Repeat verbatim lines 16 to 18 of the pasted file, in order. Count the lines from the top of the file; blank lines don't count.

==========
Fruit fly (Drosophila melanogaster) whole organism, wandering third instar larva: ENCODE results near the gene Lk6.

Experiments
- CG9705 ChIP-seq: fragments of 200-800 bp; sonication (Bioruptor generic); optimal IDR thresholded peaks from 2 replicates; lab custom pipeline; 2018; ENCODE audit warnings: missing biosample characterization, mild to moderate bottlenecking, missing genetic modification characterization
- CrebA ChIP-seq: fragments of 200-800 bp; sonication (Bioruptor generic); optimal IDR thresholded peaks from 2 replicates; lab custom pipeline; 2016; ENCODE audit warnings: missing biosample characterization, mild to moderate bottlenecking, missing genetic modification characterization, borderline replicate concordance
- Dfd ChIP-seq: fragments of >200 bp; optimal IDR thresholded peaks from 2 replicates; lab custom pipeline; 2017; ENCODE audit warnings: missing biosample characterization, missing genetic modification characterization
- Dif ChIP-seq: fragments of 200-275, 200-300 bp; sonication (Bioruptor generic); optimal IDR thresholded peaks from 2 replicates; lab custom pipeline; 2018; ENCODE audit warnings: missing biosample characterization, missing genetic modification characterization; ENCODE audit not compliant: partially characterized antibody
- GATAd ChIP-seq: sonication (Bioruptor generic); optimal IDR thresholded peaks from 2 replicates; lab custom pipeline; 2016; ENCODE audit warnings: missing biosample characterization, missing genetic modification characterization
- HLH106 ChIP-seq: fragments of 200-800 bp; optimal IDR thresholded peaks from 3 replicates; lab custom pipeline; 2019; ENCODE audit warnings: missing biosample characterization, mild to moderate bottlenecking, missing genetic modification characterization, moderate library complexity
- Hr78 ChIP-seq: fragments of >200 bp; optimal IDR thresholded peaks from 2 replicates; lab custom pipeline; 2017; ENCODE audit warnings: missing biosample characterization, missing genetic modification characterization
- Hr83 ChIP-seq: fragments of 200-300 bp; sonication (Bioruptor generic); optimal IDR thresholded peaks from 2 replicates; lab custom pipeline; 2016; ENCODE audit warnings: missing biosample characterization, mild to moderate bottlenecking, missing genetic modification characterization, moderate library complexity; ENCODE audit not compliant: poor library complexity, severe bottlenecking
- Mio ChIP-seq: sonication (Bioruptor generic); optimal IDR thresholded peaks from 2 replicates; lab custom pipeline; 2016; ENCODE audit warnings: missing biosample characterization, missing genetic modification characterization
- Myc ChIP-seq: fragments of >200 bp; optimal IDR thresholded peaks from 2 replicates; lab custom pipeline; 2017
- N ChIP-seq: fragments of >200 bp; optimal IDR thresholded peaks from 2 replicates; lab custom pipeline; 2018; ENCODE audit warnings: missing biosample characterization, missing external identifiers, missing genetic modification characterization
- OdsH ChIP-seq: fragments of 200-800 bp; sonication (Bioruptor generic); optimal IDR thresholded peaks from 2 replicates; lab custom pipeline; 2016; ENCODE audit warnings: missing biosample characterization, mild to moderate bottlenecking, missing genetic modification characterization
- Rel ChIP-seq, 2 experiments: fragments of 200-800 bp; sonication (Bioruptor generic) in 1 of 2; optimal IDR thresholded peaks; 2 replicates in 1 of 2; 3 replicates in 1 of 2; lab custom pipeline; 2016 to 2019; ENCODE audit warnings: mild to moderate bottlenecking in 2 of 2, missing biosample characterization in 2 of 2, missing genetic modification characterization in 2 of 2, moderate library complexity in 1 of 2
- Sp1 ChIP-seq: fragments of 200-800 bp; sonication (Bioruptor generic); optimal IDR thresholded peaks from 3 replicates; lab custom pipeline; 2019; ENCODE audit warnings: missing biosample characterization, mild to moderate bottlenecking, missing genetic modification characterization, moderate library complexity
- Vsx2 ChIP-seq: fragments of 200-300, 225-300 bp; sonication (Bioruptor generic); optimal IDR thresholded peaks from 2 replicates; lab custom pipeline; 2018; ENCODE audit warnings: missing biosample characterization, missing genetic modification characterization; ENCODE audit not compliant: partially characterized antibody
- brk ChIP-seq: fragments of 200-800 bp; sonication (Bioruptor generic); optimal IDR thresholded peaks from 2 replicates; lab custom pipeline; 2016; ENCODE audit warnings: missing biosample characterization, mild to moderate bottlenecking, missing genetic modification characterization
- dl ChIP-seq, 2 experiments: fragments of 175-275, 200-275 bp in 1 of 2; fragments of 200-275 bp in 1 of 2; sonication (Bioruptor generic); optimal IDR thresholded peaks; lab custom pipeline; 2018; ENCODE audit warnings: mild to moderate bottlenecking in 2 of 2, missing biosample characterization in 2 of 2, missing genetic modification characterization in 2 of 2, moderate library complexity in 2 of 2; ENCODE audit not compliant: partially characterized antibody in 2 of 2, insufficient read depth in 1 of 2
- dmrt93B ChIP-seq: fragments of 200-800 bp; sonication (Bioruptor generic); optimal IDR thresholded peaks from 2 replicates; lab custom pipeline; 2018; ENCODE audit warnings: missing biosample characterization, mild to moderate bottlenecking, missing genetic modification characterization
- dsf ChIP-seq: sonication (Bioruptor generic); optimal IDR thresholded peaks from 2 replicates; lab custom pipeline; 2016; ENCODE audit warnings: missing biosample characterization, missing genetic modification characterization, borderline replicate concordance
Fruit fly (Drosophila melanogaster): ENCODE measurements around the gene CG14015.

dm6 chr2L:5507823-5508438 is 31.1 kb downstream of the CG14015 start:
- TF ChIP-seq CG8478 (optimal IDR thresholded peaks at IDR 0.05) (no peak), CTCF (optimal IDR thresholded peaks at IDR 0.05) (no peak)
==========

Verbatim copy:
- Sp1 ChIP-seq: fragments of 200-800 bp; sonication (Bioruptor generic); optimal IDR thresholded peaks from 3 replicates; lab custom pipeline; 2019; ENCODE audit warnings: missing biosample characterization, mild to moderate bottlenecking, missing genetic modification characterization, moderate library complexity
- Vsx2 ChIP-seq: fragments of 200-300, 225-300 bp; sonication (Bioruptor generic); optimal IDR thresholded peaks from 2 replicates; lab custom pipeline; 2018; ENCODE audit warnings: missing biosample characterization, missing genetic modification characterization; ENCODE audit not compliant: partially characterized antibody
- brk ChIP-seq: fragments of 200-800 bp; sonication (Bioruptor generic); optimal IDR thresholded peaks from 2 replicates; lab custom pipeline; 2016; ENCODE audit warnings: missing biosample characterization, mild to moderate bottlenecking, missing genetic modification characterization